Migrants' Rights Network
Pressure increases for government to protect migrants’ data protection rights

Pressure increases for government to protect migrants’ data protection rights

New legislation in the UK threatens to exclude migrants from data protection and privacy measures. A clause in the current version of the data protection bill gives the government the power to remove data protection rights from anyone whose details are processed for “effective immigration control.”

As Liberty explains, this data protection exemption would mean that:

Any agency handling [migrants’] data for immigration purposes – including private companies like G4S – will no longer be required to protect their personal information.

[Migrants] will lose their right to know what information [these agencies] have on [them], who’s looking at it and why.

[Migrants] won’t be able to erase any of that information or object to it being used for a new purpose – even though lots of data held on people is out of date or simply wrong.

It could make it much easier for Government departments to share [migrants’] details with other departments or private companies without [their] knowledge – let alone consent.  The Home Office could decide that sharing sensitive information to check everybody’s entitlement to healthcare, education or social housing was necessary for “effective immigration control,” for example.

It could also stop people finding out what information the Home Office holds about them – a right that’s vital for solicitors working to help people regularise their immigration status.

Liberty are calling on people to email their MPs to protest the bill and its clause creating a “two-tier data rights regime.” The 3Million and digital rights campaigners Open Rights Group, meanwhile, have threatened the government with a legal challenge, as The Guardian reports.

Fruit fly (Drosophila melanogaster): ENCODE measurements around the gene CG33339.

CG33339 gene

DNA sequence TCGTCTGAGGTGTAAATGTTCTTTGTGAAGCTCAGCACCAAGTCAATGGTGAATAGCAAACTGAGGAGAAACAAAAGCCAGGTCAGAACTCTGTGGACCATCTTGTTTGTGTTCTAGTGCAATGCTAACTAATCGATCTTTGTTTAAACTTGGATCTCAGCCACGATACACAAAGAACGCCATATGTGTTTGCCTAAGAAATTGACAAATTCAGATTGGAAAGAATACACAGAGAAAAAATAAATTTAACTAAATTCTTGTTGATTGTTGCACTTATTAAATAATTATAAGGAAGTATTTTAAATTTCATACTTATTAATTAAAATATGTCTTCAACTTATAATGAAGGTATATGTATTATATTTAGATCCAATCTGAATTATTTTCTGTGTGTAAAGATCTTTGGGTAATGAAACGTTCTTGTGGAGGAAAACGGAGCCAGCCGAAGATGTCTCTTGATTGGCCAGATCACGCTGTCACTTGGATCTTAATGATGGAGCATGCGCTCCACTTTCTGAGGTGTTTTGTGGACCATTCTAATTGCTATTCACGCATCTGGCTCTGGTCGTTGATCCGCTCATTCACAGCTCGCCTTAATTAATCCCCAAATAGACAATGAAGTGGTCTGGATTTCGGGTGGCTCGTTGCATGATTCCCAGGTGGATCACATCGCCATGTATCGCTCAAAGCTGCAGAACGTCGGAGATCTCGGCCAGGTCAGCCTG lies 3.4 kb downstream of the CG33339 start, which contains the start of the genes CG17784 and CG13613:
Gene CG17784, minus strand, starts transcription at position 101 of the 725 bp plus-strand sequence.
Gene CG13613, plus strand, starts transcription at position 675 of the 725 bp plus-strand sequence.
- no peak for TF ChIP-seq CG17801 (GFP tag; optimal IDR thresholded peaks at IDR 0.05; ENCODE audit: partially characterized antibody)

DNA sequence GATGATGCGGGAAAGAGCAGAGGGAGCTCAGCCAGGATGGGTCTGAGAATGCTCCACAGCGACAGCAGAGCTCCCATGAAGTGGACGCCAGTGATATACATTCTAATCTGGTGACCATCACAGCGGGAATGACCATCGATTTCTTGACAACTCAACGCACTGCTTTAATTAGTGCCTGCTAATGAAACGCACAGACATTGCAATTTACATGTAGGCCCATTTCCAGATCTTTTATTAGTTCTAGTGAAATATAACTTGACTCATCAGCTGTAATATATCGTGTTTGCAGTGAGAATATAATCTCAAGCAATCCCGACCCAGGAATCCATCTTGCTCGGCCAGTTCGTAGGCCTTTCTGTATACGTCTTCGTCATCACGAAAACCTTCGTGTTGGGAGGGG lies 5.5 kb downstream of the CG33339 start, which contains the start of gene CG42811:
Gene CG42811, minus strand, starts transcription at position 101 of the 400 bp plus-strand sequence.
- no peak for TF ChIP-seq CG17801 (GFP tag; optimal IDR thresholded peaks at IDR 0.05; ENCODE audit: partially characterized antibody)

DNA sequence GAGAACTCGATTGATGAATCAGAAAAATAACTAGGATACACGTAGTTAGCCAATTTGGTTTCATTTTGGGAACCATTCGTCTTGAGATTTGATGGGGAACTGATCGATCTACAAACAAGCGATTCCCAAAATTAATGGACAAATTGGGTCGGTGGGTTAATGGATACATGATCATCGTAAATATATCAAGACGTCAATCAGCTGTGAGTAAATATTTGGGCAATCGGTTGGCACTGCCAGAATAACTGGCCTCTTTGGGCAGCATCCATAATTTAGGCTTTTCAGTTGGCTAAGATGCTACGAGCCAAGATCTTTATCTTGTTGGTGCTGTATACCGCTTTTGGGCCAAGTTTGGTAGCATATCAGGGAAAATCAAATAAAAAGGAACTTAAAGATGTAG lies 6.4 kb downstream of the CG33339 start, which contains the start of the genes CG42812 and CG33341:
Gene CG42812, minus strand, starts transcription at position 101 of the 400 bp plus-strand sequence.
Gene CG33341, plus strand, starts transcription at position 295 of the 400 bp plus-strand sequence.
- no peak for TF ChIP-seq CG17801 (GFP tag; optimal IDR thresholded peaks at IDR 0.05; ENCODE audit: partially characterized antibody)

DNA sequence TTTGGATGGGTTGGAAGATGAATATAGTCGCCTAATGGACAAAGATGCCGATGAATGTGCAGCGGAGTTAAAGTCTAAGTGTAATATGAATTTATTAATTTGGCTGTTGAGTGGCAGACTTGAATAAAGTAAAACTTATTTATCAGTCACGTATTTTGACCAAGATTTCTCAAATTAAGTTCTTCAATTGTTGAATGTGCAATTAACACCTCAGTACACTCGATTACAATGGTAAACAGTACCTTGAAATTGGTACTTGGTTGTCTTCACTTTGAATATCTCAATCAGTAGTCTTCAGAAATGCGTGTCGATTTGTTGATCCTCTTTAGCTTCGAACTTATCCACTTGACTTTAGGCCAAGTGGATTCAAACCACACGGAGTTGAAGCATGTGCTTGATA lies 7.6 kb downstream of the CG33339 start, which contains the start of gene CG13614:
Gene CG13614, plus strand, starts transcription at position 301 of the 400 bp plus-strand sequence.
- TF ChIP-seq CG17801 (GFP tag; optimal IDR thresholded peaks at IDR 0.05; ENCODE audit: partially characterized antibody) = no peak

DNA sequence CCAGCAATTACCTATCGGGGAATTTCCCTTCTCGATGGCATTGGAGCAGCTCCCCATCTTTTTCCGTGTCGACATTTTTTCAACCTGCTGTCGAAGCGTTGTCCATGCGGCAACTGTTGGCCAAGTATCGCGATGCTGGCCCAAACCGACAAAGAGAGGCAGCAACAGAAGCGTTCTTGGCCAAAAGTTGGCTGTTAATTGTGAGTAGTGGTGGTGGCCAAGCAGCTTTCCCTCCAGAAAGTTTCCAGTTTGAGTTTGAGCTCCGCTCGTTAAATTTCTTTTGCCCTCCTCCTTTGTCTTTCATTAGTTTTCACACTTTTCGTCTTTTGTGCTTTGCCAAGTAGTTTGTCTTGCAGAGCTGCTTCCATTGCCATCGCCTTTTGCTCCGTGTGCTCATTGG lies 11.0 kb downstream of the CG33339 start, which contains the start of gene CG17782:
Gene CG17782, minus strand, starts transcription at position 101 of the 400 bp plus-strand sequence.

The two groups argue that in its current form, the data protection legislation is incompatible with the EU’s general data protection regulation (GDPR), as well as EU law generally and the European convention on human rights.

Rosa Curling, a human rights solicitor from law firm Leigh Day, which is acting on behalf of The 3Million and Open Rights Group, said to the Guardian:

“The immigration exemption creates a discriminatory two‐tier system for data protection rights. The clause is incompatible with GDPR, as well as EU law generally and the European convention on human rights. If the exemption is made law, our clients will apply for judicial review. They have written to the government today to urge it to reconsider and to remove the immigration exemption from the bill without further delay.”

Jim Killock, the ORG executive director, said: “This is an attempt to disguise the Home Office’s mistakes by making sure that their errors are never found. When people are wrongly told to leave, they would find it very hard to challenge.” Andrew Walker QC, the chair of the Bar Council of England and Wales, emphasised that requests for access to personal data held by authorities were often the only way people could find out crucial information about their immigration status, including why adverse decisions had been made about them by the Home Office.

The Labour MEP Claude Moraes, who chairs the European parliament’s civil liberties, justice and home affairs committee, is opposing the bill. In his words: “What is happening here is that the UK government, under the cover of the complexity of data protection law in particular, and its chaotic Brexit negotiations in general, is seeking to create damaging new discriminatory national immigration restrictions.”

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Fabien Cante

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